Written by Dr. Candice Bittner, DVM
Itching can take different forms: scratching, licking paws, head shaking, or scooting on the carpet are common itchy dog behaviors. Occasional itching can be perfectly normal but when itching becomes persistent it can affect your dog’s quality of life; including your own quality of life, too. If you have ever been kept up all night because your dog is licking its feet or thumping its tail on the floor you know what I’m talking about!
Can Dogs Have Allergies?
Why do dogs itch? Most dogs itch because of some sort of allergy. The three most common allergies are: flea allergy dermatitis, food allergies, and environmental allergies. Let’s start with the easiest dog allergy to treat.
Flea Allergy Dermatitis in Dogs
Fleas themselves aren’t a big cause of itching. I have surprised a lot of clients telling them their pet has fleas, which was news to them because their pet wasn’t itching. Some dogs are allergic to the protein in flea saliva, meaning they are allergic to being bitten and this can have lasting effects, even if they just get bitten by a one-off flea. The best way to solve itching related to fleas is staying on year-round, reliable flea, and tick prevention. But what about ticks? Learn more about tick treatments here.
Food Allergies in Dogs
Fleas themselves aren’t a big cause of itching. I have surprised a lot of clients telling them their pet has fleas, which was news to them because their pet wasn’t itching. Some dogs are allergic to the protein in flea saliva, meaning they are allergic to being bitten and this can have lasting effects, even if they just get bitten by a one-off flea. The best way to solve itching related to fleas is staying on year-round, reliable flea, and tick prevention.
What isn’t avoidable is food and environmental allergies. Food allergies start to become evident between 1-2 years of age. They can take the form of itching, vomiting or diarrhea. Typically, the allergy is to a protein in the food. The only way to diagnose a food allergy is through a diet trial with a novel protein (one your pet has never eaten before) or a prescription hydrolyzed protein diet. Hydrolyzed protein diets have the protein broken down so small that the immune system does not recognize them as allergens. Diet trials must be strict, with no outside food or snacks which can compromise the trial. Diet trials typically last 8 to 12 weeks. After this, the normal diet is reintroduced and if symptoms return, a diagnosis of food allergy is made.
It is important to note that there is no reliable blood test to diagnose food allergies and a diet trial is the only way to do this.
Environmental Allergies in Dogs
Environmental Allergies tend to pop up between seasons similar to human allergies. These include dust, pollens, certain grasses/plants, and can even include detergents and shampoos. The important thing to note about environmental allergies, is that they are seasonal and you will notice symptoms getting worse on a similar pattern year to year.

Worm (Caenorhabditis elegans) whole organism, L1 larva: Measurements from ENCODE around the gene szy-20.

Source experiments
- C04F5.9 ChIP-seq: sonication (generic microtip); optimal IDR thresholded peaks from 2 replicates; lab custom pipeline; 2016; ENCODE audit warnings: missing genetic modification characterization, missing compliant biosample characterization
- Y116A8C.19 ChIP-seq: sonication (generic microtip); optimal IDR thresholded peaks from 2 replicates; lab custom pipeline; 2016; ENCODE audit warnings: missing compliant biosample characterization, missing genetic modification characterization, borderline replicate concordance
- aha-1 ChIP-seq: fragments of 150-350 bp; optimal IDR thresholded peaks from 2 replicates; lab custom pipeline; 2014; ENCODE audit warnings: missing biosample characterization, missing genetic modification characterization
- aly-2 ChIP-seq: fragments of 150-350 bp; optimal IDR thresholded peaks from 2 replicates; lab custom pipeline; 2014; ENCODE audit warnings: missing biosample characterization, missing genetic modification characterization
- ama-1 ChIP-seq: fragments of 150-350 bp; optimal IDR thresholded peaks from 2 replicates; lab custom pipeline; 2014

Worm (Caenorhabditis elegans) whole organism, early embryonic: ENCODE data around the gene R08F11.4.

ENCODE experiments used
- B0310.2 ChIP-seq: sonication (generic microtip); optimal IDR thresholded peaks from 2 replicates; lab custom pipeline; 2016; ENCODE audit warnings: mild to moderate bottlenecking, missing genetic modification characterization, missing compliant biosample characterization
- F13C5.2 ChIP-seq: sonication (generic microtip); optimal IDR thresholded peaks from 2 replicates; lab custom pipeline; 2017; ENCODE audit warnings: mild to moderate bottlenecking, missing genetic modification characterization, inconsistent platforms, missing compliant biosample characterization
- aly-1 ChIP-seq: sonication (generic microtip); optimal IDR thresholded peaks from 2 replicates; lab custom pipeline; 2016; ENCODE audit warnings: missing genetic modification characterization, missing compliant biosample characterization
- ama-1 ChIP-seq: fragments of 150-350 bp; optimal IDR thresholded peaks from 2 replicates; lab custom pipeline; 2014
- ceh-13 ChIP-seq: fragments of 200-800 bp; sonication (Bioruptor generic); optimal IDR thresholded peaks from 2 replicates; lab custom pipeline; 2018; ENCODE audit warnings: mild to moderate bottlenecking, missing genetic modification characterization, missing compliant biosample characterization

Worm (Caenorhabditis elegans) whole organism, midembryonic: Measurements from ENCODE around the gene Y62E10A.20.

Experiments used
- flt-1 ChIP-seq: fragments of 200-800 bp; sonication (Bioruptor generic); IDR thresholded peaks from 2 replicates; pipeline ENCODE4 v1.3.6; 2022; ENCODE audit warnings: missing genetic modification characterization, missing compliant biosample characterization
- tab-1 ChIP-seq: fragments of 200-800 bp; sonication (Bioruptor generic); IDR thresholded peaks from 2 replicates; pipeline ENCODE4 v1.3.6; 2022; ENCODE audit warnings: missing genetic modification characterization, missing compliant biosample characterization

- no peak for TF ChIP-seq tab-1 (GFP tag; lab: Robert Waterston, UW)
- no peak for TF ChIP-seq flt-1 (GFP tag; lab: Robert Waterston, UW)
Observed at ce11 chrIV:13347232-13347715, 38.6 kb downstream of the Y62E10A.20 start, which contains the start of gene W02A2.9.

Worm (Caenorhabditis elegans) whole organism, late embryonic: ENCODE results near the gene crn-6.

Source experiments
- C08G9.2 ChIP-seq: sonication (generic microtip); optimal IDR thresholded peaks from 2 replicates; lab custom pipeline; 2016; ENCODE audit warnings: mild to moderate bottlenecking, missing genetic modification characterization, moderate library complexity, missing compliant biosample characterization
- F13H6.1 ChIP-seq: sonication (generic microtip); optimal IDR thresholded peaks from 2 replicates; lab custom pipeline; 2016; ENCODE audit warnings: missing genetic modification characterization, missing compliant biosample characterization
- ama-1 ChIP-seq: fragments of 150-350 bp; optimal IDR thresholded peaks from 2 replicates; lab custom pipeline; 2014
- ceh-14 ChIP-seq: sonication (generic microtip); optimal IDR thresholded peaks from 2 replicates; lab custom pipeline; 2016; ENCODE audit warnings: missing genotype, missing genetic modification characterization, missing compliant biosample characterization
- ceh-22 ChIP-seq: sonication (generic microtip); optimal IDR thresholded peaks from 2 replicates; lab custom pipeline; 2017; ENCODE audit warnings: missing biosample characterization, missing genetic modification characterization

There are blood tests and skin tests to help diagnose environmental allergens but these only make sense if you are going to use that information to then have specific allergy vaccines made for your pet to help desensitize them to these allergies. This can be very beneficial but does incur a larger upfront cost. However, compared to life-long allergy treatment, the trade-off can be worth it.
Treating Multiple Types of Allergies in Dogs
An unfortunate reality is that often there are multiple allergies that happen concurrently. Your pet might have a mild food allergy which doesn’t cause too many symptoms. That is, until its ragwort season when their immune system is overwhelmed and symptoms get out of control. Avoiding one allergy, say with a strict diet, won’t provide complete relief if there is unavoidable exposure to another allergen.
Also (and this is going to come as a surprise to some people) antihistamines don’t work for pet allergies. Dogs’ allergy pathways do not work on the same histamine pathway that it does in people so dosing with Benadryl, Zyrtec, Claritin, etc. will not help them. It might just make them a little sleepy which might reduce how vigorously they are itching. Medications that do help include a short dose of steroids (not without side effects), Apoquel, and Cytopoint. The latter two work at the itch receptors in the skin only making side effects very unlikely.
In-home topical care in the form of medicated shampoos and ear cleaners (antifungal, antimicrobial ingredients) are great to help reduce the severity of the issue as soon as symptoms start. Once the skin or ears become inflamed, the normal population of yeast and bacteria in the skin can flourish and this can cause a skin infection, or in many cases, an allergic response to the larger numbers of yeast and bacteria. Decontaminating is the best way to keep symptoms minimal and to avoid secondary infection. I also recommend having an E-collar at home to use if your dog is having a flare-up before they can be seen by a veterinarian.